Clear Creek camp’s history |

Clear Creek camp’s history

The Clear Creek center was built in the 1960s by the federal government as a Job Corps Camp.

Gov. Paul Laxalt asked the federal government to transfer it to state ownership in 1969. But it was Gov. Mike O’Callaghan who finally got the center transferred to state control in 1970. It became state property in 1988.

For years, the state used it as meeting space for community groups and organizations such at the Boy Scouts and Girls’ State. It was also used for fire crew training by the Nevada Division of Forestry and law-enforcement training.

But for the first 20 years the state had the property, lawmakers refused to put much money into it saying it was still federally owned and that Washington might take it back.

After it became state property in 1988, lawmakers still balked at putting any money into upgrading the center.

Former General Services Director Terry Sullivan said the camp never received enough funding for maintenance and repair.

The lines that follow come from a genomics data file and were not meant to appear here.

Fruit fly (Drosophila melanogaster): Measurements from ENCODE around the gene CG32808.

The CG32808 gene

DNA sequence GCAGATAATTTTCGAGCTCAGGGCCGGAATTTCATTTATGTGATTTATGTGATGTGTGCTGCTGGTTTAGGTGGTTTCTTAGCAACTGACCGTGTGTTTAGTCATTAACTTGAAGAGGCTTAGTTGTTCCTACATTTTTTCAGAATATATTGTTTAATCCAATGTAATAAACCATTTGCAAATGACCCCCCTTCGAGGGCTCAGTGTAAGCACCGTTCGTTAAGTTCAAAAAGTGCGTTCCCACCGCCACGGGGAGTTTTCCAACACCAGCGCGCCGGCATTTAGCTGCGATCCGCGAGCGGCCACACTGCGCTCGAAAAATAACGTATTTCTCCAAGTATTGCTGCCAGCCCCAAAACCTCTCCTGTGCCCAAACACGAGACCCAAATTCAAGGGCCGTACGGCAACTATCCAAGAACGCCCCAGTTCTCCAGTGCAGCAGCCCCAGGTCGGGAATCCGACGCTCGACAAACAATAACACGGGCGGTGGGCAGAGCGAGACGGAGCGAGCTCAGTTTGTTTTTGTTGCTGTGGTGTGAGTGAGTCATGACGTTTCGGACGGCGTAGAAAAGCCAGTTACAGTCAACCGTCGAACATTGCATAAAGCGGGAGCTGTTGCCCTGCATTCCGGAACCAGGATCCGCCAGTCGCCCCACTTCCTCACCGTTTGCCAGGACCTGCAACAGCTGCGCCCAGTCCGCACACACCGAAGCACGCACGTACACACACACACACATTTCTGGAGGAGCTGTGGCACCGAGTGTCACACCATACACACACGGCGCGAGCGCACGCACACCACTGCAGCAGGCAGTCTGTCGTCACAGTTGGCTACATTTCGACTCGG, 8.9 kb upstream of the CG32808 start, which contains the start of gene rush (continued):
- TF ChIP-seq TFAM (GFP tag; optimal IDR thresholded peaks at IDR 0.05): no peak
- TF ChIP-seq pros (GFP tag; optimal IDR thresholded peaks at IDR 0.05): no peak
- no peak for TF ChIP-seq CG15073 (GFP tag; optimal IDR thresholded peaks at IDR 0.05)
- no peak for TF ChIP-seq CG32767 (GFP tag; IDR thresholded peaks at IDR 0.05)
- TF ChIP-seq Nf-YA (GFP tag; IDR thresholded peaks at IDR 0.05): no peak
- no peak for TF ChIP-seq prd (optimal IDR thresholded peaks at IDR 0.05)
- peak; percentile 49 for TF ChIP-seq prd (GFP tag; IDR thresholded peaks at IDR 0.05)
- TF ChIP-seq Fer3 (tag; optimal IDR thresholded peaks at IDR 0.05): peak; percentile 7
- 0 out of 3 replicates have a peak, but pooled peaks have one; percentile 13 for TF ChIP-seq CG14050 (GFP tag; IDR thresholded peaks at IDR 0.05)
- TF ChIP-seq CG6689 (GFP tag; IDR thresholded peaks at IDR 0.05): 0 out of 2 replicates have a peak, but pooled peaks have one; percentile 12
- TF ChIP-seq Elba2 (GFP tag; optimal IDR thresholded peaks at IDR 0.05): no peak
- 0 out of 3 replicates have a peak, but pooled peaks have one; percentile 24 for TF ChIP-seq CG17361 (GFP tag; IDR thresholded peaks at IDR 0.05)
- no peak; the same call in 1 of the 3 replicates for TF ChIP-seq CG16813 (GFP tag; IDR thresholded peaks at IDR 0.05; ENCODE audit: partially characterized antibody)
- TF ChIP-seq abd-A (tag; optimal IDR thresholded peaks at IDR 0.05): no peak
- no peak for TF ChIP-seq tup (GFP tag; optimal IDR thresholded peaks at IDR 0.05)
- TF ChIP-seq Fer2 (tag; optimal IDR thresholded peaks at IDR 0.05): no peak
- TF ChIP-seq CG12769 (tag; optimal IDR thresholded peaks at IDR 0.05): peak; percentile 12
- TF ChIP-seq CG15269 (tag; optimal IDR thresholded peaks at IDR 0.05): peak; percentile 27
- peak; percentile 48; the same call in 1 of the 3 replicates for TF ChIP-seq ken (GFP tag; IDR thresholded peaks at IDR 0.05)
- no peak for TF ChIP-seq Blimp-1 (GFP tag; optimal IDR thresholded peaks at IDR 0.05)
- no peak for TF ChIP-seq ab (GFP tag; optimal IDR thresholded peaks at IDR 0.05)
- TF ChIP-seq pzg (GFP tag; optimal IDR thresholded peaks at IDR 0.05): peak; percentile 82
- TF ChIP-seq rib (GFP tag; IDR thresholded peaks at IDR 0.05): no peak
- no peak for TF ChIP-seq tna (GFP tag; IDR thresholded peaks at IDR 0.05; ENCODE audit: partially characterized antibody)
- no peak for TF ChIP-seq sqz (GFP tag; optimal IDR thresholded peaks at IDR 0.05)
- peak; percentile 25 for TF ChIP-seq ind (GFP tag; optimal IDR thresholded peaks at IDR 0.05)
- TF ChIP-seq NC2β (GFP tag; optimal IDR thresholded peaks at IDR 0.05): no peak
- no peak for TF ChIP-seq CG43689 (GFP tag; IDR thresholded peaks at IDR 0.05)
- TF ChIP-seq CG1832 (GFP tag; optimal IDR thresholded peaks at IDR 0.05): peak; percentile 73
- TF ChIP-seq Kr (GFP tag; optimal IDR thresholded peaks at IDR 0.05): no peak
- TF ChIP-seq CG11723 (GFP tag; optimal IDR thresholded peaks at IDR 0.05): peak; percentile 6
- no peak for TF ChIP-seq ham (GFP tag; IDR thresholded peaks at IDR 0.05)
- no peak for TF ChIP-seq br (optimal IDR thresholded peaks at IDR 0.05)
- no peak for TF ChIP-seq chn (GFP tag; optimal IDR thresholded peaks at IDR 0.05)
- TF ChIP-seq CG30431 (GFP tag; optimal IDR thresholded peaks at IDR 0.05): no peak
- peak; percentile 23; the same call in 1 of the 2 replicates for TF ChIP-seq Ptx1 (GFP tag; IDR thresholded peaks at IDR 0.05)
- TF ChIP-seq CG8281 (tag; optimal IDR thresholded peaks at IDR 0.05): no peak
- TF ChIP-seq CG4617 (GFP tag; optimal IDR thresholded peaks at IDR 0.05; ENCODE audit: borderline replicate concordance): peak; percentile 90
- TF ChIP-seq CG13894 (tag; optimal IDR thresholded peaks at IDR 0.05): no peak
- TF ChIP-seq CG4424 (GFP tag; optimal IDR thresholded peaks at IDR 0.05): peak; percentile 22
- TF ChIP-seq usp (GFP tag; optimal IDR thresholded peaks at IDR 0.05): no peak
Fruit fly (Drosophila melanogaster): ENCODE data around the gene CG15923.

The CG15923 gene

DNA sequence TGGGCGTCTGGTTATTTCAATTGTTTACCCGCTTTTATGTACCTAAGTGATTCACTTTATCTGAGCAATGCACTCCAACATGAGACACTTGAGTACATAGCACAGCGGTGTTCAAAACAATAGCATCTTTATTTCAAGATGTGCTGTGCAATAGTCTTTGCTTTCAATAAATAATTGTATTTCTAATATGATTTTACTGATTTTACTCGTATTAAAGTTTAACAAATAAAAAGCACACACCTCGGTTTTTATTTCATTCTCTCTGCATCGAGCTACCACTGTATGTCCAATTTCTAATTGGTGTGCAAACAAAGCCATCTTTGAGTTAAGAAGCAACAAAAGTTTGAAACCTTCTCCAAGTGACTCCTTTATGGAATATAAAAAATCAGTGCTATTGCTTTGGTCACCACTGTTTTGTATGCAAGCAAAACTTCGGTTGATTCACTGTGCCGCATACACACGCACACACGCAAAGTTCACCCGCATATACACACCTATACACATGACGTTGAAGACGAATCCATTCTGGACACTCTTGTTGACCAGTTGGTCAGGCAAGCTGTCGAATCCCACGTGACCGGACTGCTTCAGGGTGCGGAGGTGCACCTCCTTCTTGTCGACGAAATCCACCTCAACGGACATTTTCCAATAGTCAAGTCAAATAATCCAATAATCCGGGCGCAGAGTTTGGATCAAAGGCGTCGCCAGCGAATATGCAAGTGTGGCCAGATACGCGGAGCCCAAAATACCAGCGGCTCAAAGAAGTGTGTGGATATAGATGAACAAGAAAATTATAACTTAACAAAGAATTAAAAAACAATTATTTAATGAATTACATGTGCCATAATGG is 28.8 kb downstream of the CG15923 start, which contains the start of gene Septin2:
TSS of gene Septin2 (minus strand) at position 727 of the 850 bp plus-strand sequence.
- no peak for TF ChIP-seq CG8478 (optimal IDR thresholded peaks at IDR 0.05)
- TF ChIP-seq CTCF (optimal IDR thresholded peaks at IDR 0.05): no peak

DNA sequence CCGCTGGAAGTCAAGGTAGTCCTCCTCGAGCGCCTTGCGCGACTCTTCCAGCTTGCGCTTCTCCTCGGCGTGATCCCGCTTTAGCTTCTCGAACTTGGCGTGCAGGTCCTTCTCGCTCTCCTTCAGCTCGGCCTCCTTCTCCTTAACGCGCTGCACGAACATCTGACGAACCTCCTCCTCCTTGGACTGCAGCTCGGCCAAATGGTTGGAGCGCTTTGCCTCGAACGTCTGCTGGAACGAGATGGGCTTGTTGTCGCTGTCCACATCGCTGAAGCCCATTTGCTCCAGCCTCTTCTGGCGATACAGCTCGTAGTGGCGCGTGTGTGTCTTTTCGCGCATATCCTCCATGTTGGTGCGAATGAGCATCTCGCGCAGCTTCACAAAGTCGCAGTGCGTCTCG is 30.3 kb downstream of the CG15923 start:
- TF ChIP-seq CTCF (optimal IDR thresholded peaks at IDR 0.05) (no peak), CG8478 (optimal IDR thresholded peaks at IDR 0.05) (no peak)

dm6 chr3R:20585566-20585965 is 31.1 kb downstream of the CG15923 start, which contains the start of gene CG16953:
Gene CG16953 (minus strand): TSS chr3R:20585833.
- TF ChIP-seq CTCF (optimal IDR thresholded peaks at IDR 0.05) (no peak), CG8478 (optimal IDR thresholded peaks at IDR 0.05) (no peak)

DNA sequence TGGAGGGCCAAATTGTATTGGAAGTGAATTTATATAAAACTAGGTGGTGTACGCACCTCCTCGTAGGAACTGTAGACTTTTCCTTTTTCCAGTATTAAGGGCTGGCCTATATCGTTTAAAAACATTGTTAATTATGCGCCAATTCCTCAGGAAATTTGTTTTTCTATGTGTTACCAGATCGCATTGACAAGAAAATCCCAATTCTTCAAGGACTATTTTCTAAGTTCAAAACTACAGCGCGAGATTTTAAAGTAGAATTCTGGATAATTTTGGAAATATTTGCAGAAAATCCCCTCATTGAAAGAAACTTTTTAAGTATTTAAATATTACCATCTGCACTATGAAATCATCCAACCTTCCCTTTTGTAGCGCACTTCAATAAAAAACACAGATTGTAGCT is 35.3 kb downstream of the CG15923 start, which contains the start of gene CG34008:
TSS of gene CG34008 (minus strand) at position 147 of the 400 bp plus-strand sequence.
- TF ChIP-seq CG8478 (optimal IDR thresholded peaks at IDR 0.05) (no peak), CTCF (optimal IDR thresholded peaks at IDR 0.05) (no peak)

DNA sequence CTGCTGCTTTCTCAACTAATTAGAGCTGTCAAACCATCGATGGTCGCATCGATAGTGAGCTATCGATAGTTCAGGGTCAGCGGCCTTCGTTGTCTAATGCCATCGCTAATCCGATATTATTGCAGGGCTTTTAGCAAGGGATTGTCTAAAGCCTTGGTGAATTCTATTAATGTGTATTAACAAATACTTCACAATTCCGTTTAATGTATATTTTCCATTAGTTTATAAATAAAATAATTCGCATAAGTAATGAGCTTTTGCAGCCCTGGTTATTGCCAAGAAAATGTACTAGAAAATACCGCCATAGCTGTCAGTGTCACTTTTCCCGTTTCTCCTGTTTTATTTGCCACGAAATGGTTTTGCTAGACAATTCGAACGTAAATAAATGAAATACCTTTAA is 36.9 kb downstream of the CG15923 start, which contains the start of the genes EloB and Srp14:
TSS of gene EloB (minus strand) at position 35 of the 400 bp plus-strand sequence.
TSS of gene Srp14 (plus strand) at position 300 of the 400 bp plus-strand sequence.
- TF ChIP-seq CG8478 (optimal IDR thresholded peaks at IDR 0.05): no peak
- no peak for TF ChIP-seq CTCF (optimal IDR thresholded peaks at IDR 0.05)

“Part of the problem was that the legislators wanted it to pay for itself,” said Mike Shaughnessy, director of the camp for 16 years. “If they did that, the kids groups wouldn’t be able to afford to come up there.”

The issue came to a head this year when Gov. Jim Gibbons proposed using the center for the Nevada National Guard’s Project challenge program for teens.

That idea was quickly abandoned after Deputy Public Works Manager Evan Dale said their engineers estimated it would cost up to $11 million to rehabilitate the center and bring its buildings up to code. Lawmakers and the governor agreed it wouldn’t make sense to do that.

Ken Scarbrough of Public Works said he knows of no plans for the land at this point, although he said it would sell for a premium price to a developer if the state so decided.

Shaughnessy said the state should have purchased the adjacent land now being developed years ago and made the area into a park.

“What I don’t want to see them do is sell it and subdivide it,” he said.

– Geoff Dornan